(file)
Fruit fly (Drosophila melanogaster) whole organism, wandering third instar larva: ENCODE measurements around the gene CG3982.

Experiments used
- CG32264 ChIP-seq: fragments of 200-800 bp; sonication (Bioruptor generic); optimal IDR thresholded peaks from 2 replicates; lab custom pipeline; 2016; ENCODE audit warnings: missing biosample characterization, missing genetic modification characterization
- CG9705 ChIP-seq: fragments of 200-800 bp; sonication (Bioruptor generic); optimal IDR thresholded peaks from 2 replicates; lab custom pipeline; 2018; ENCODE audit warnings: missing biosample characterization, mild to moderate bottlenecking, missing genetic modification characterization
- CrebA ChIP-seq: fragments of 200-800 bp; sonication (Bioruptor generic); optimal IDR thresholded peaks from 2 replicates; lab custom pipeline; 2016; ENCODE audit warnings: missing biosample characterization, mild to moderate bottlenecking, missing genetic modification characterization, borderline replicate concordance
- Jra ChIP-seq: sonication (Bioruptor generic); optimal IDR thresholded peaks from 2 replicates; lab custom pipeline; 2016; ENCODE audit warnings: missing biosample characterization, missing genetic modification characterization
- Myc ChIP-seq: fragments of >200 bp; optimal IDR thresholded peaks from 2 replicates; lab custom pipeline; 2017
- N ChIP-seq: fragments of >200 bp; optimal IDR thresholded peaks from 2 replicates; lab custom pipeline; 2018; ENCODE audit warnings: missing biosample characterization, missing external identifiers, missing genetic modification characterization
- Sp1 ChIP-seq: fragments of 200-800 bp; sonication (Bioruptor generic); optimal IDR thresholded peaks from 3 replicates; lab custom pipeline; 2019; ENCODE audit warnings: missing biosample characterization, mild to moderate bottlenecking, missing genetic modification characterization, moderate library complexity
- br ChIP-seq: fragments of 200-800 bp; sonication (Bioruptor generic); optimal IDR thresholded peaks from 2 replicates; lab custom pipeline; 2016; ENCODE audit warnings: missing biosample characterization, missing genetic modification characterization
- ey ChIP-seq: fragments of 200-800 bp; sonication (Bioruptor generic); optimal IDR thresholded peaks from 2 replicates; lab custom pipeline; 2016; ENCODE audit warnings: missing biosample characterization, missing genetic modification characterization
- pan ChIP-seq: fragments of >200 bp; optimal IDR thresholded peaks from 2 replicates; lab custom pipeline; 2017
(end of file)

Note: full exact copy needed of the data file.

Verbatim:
Fruit fly (Drosophila melanogaster) whole organism, wandering third instar larva: ENCODE measurements around the gene CG3982.

Experiments used
- CG32264 ChIP-seq: fragments of 200-800 bp; sonication (Bioruptor generic); optimal IDR thresholded peaks from 2 replicates; lab custom pipeline; 2016; ENCODE audit warnings: missing biosample characterization, missing genetic modification characterization
- CG9705 ChIP-seq: fragments of 200-800 bp; sonication (Bioruptor generic); optimal IDR thresholded peaks from 2 replicates; lab custom pipeline; 2018; ENCODE audit warnings: missing biosample characterization, mild to moderate bottlenecking, missing genetic modification characterization
- CrebA ChIP-seq: fragments of 200-800 bp; sonication (Bioruptor generic); optimal IDR thresholded peaks from 2 replicates; lab custom pipeline; 2016; ENCODE audit warnings: missing biosample characterization, mild to moderate bottlenecking, missing genetic modification characterization, borderline replicate concordance
- Jra ChIP-seq: sonication (Bioruptor generic); optimal IDR thresholded peaks from 2 replicates; lab custom pipeline; 2016; ENCODE audit warnings: missing biosample characterization, missing genetic modification characterization
- Myc ChIP-seq: fragments of >200 bp; optimal IDR thresholded peaks from 2 replicates; lab custom pipeline; 2017
- N ChIP-seq: fragments of >200 bp; optimal IDR thresholded peaks from 2 replicates; lab custom pipeline; 2018; ENCODE audit warnings: missing biosample characterization, missing external identifiers, missing genetic modification characterization
- Sp1 ChIP-seq: fragments of 200-800 bp; sonication (Bioruptor generic); optimal IDR thresholded peaks from 3 replicates; lab custom pipeline; 2019; ENCODE audit warnings: missing biosample characterization, mild to moderate bottlenecking, missing genetic modification characterization, moderate library complexity
- br ChIP-seq: fragments of 200-800 bp; sonication (Bioruptor generic); optimal IDR thresholded peaks from 2 replicates; lab custom pipeline; 2016; ENCODE audit warnings: missing biosample characterization, missing genetic modification characterization
- ey ChIP-seq: fragments of 200-800 bp; sonication (Bioruptor generic); optimal IDR thresholded peaks from 2 replicates; lab custom pipeline; 2016; ENCODE audit warnings: missing biosample characterization, missing genetic modification characterization
- pan ChIP-seq: fragments of >200 bp; optimal IDR thresholded peaks from 2 replicates; lab custom pipeline; 2017